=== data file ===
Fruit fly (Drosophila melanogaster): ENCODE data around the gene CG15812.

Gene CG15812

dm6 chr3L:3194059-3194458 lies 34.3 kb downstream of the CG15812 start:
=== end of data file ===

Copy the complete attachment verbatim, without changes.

Fruit fly (Drosophila melanogaster): ENCODE data around the gene CG15812.

Gene CG15812

dm6 chr3L:3194059-3194458 lies 34.3 kb downstream of the CG15812 start: